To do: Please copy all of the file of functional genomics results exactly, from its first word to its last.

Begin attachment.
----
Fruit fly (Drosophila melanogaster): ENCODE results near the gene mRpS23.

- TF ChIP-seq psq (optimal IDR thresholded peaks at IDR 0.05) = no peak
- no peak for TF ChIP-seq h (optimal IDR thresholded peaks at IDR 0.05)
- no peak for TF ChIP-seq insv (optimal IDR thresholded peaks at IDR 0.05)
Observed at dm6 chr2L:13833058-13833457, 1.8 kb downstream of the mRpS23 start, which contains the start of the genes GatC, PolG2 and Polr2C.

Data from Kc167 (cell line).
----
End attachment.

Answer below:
Fruit fly (Drosophila melanogaster): ENCODE results near the gene mRpS23.

- TF ChIP-seq psq (optimal IDR thresholded peaks at IDR 0.05) = no peak
- no peak for TF ChIP-seq h (optimal IDR thresholded peaks at IDR 0.05)
- no peak for TF ChIP-seq insv (optimal IDR thresholded peaks at IDR 0.05)
Observed at dm6 chr2L:13833058-13833457, 1.8 kb downstream of the mRpS23 start, which contains the start of the genes GatC, PolG2 and Polr2C.

Data from Kc167 (cell line).